Miss Willow's woven pot holders, The Big Crafty, Summer 2010
Now is the time to apply to spring craft fairs if you plan to sell outdoors in March/April/May. Summer applications are also just around the corner. I'm planning to scale back on craft fairs this year in order to focus on my online shop, but I have learned a lot about applying to craft fairs over the last few years.
Here are my Top Tips:
1. Cater your application to the feel of the particular craft fair you are applying for. For example, if I were applying to a more conservative fair I would emphasize my simple snap button clips and pinwheels. If it were a more edgy/indie type of festival I would include photos of my sculpted satin hair clips and custom work. Be truthful, but remember: Just like you, your biz is a multi-faceted animal and can be presented in more than one way.
2. Show your personality and professionalism. But be sure to adhere to the application guidelines. Only include the number of images they ask for, and avoid trying to be clever by sending collages or split photos. Sending more than asked for will annoy the jury. It's nice to include a photo of you making one of your items if they ask for several photos. Make sure your application will stand out from the crowd by sending crisp photos and concise, interesting descriptions. Put your very best foot forward.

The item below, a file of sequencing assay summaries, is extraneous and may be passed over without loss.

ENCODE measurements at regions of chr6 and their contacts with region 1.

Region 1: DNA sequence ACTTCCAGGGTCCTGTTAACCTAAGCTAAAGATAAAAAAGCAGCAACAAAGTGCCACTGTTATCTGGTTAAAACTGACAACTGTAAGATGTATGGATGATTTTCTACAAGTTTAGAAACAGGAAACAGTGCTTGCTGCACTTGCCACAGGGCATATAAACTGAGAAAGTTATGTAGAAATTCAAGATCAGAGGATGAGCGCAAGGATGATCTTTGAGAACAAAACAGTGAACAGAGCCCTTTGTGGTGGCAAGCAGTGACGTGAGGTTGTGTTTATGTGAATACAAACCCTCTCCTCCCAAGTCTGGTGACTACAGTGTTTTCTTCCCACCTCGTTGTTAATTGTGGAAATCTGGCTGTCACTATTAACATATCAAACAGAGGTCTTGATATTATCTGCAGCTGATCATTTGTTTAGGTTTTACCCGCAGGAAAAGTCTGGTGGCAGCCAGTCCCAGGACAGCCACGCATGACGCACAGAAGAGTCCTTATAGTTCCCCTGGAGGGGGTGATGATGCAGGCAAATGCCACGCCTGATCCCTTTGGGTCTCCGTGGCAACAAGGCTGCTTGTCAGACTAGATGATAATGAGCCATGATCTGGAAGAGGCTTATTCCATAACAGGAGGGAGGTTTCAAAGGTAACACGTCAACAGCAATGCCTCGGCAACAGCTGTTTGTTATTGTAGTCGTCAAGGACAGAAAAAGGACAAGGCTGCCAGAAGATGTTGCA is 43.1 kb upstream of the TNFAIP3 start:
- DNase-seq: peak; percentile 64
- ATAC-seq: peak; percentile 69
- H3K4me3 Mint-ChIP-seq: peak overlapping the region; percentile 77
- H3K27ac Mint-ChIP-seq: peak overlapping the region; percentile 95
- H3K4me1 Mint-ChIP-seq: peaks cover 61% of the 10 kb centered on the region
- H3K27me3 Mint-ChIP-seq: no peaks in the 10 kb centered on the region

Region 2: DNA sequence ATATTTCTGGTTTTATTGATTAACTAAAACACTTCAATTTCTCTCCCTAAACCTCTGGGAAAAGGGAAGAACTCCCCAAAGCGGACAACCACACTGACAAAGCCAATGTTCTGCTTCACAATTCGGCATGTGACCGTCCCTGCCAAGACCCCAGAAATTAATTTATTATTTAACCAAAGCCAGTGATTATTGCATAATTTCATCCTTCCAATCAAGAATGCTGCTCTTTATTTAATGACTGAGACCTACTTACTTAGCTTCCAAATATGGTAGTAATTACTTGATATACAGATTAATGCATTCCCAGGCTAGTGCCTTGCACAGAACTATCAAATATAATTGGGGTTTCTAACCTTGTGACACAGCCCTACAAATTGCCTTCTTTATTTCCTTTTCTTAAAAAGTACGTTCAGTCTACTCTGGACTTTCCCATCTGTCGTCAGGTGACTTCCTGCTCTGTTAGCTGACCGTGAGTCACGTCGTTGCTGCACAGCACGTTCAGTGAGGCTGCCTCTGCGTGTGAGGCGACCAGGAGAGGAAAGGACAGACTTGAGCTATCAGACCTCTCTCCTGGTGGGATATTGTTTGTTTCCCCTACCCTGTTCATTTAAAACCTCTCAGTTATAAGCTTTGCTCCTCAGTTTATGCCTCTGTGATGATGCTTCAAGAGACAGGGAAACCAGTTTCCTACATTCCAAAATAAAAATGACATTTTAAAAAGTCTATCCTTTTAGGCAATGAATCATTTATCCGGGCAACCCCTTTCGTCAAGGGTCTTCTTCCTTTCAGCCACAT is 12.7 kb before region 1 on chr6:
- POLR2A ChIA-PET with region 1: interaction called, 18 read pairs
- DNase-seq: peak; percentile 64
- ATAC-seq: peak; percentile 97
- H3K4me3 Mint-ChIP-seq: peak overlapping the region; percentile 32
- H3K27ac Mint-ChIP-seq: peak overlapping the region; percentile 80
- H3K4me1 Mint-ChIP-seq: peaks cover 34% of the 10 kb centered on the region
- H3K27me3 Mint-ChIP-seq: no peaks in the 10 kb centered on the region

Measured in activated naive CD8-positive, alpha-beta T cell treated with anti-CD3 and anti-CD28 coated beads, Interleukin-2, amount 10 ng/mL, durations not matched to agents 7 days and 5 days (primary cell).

3. Be sure to do your research and assess if the event is really worth your time. Who will the audience be? How much will you spend in gas to get there? How much does it cost to apply? How much time will you have to make things between now and then? Make your best assessment. If you feel good about it or are on the fence, you might give it a try. But if you have a bad feeling, you may want to skip it, no matter how cool it sounds. Craft fairs can be fun places to make money and and meet new and existing customers, but they can also be a way to lose money if you're not careful.